• Daniel Ethan Finneran

Subterfuge: The Last Refuge of the Desperate

March 2019


Contrary to the prevailing, if not wholly cynical way of thinking to which our age has become inclined, politicians aren’t the only liars. They’re not alone in having secured for themselves a monopoly on perfidy. They aren’t the robber-barons of deceit, the Machiavels sitting atop the truth as if they were the moneyed class. This may come to the average auditor of American life as a surprise, but to those more discerning and less naïve, it’s no great shock. At least it isn’t if you’ve been listening to the ruffling sounds of the culture as of late. If you have, your ear surely has shivered upon hearing the yelps of feelings drowning out truths and the cries of narratives stifling facts.


Lying, as still it appears to be the case, remains to be the most open and inviting of all lines of work. Indeed, far from our politicians having cornered this market, this sector of mendacious art, lying remains an occupation—at times a veritable sport—whose access and whose mastery is tangible to all. To attain it, all that one need apply is a small investment of legerity and cunning. Add to this a slightly larger withdrawal of conscience. Tally it up, and the calculation is nearly complete. Deposit your deceit and sacrifice your scruple and viola—not only is the liar born, but he thrives in this new economy of treachery. The rogue within him breathes and the transaction begins. The rest works itself out, as we, the credulous audience from whom the lie is given the full scope of its life, are more than happy to believe and watch it grow.


Many and various are the people—politicians, of course, but also students, clergyman, and laity alike—who find themselves drawn feverishly to this sport of lying. It’s become almost welcoming and indiscriminately accommodating in a way. Lying has become the comfortable recourse to which a vast swath of bored, solipsistic, attention-seeking people ever in hopes of gaining “victimhood” status have turned. The strange people of whom this part of society is composed imagine themselves oppressed and mistreated under the great and asphyxiating heel of truth. They very earnestly want you to join in their malformed belief that, in this case, they’ve been preyed upon unfairly. What’s more, they’re willing to lie if only to garner your sympathy.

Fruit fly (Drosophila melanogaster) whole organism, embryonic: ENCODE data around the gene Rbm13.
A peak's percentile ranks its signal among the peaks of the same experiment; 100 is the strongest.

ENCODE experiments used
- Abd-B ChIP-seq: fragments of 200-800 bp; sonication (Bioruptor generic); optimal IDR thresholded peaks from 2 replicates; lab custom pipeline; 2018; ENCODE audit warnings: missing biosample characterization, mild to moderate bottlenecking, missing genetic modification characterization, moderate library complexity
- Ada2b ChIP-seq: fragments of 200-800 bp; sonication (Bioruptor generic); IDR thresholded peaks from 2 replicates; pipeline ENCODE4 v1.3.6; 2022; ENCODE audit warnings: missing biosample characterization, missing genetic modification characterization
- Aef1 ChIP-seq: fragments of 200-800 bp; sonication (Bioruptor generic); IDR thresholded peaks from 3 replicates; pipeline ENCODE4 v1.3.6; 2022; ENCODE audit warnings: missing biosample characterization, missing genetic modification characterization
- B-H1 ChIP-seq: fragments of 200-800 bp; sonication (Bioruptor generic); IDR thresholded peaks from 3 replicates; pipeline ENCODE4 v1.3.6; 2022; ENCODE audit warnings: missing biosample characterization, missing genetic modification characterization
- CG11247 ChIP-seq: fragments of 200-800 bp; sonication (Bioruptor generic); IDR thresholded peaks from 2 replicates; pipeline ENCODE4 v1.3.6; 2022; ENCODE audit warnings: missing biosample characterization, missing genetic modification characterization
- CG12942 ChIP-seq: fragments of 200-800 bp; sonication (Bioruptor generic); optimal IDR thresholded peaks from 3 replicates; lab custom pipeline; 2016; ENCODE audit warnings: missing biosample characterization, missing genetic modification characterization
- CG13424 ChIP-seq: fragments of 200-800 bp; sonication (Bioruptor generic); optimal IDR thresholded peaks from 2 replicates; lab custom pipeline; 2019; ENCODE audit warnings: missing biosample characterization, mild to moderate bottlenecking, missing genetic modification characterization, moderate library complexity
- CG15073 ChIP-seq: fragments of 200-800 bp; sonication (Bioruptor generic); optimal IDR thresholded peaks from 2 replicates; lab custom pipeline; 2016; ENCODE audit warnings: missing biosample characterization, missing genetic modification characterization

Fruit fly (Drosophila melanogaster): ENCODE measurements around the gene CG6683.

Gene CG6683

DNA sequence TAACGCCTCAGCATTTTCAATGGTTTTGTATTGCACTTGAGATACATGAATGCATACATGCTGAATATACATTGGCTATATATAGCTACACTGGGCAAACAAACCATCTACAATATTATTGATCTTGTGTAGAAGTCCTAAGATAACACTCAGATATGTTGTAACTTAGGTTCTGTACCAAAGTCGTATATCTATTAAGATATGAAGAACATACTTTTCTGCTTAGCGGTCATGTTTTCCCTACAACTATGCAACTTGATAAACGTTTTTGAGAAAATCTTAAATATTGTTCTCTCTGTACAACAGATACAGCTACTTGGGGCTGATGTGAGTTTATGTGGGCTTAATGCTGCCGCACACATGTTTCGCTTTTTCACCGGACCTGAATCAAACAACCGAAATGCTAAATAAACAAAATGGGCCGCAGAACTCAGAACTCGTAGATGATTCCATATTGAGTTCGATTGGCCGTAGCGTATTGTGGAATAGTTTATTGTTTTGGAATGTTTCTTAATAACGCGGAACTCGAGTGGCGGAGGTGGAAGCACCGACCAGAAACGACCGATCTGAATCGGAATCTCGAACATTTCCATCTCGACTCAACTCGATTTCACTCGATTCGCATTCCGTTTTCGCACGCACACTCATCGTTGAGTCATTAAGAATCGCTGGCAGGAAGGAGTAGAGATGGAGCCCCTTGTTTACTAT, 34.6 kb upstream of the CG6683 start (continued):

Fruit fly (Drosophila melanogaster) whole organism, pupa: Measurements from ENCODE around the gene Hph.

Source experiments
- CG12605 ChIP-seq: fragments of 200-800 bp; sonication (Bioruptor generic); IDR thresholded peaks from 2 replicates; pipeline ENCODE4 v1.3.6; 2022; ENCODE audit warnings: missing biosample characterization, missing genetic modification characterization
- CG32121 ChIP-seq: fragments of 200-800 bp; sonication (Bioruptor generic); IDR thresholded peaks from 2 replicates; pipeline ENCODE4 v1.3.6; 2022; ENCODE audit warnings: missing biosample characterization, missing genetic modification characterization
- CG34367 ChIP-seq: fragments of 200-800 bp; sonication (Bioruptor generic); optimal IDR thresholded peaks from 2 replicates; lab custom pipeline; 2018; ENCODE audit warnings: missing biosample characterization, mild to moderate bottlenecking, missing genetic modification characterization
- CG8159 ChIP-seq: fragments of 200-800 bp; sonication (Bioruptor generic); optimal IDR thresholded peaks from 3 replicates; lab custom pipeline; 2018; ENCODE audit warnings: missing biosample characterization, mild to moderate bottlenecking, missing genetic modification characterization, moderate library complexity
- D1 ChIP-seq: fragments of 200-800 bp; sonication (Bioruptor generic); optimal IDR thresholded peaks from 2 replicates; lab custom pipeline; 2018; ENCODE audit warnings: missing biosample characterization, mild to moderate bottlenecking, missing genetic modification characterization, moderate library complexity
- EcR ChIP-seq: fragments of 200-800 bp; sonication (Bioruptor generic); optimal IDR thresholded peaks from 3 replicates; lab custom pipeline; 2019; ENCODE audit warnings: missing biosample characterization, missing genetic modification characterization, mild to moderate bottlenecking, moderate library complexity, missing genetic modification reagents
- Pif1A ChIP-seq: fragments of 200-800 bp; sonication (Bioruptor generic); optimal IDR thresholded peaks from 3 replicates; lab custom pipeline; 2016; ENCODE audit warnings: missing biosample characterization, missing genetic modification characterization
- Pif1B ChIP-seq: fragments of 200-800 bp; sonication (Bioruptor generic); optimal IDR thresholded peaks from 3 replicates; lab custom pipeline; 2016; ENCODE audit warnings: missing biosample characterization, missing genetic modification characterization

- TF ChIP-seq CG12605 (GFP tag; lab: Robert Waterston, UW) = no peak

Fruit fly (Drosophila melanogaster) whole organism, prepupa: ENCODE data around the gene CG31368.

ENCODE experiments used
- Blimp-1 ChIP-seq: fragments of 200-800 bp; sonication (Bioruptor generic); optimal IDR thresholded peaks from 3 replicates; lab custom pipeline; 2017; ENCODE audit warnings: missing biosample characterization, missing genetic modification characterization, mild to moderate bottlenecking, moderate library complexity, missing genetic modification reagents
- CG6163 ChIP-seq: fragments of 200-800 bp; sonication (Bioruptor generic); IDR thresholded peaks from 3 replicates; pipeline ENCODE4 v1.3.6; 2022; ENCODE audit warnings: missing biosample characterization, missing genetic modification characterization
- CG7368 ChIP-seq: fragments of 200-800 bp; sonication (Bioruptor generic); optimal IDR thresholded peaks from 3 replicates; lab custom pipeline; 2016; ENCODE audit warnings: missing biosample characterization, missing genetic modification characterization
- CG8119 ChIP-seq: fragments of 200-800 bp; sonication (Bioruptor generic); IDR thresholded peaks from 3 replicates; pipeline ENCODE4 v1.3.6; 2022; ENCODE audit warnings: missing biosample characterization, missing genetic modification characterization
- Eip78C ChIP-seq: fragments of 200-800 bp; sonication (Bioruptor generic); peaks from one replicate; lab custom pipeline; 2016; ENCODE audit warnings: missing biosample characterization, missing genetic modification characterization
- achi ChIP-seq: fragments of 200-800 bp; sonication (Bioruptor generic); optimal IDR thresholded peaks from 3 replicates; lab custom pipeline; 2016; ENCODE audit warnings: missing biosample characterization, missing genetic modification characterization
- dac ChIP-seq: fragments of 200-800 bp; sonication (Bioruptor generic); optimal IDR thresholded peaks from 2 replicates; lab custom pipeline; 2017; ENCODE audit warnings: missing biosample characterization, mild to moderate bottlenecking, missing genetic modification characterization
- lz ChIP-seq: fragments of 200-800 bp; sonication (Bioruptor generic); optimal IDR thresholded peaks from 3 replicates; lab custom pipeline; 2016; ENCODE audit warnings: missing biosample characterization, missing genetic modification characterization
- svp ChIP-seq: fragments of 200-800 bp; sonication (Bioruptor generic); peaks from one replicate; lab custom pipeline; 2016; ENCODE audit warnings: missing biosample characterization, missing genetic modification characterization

Today, lying has immense currency. It’s become less a demerit, more a readily fungible thing. Lying is rather “bullish” at the moment, morals bearish, if we’re to continue with our use of the parlance of finance. Its peddlers are enticed by its endless commerce and we pay to watch. It’s within the reach of all those who wish to transact not in truth, but in falsity—of those who value not veracity but blatant obfuscation of facts. All one needs is a sense of fearless irresponsibility that will make him unaccountable to his act. Add to that an audacious imagination and a callous disregard for the truth. Without these things, the three legs upon which the lie stands, its foundation falls in a heap.


But to stretch our currency analogy just a bit further than it ought to allow, lying is obviously an inherently unstable coin. Like a speculation in an emerging market or an investment overseas, lying is a fickle and uncertain thing. Enticingly auspicious, it tempts its buyer’s risk. It promises him no solid return and frightens him with absolute loss. And history (should it bother us to serve as a guide) has shown that the tendency of perfidy is rather to debase than to compound. Thus, the liar is advised to sell long before his losses mount.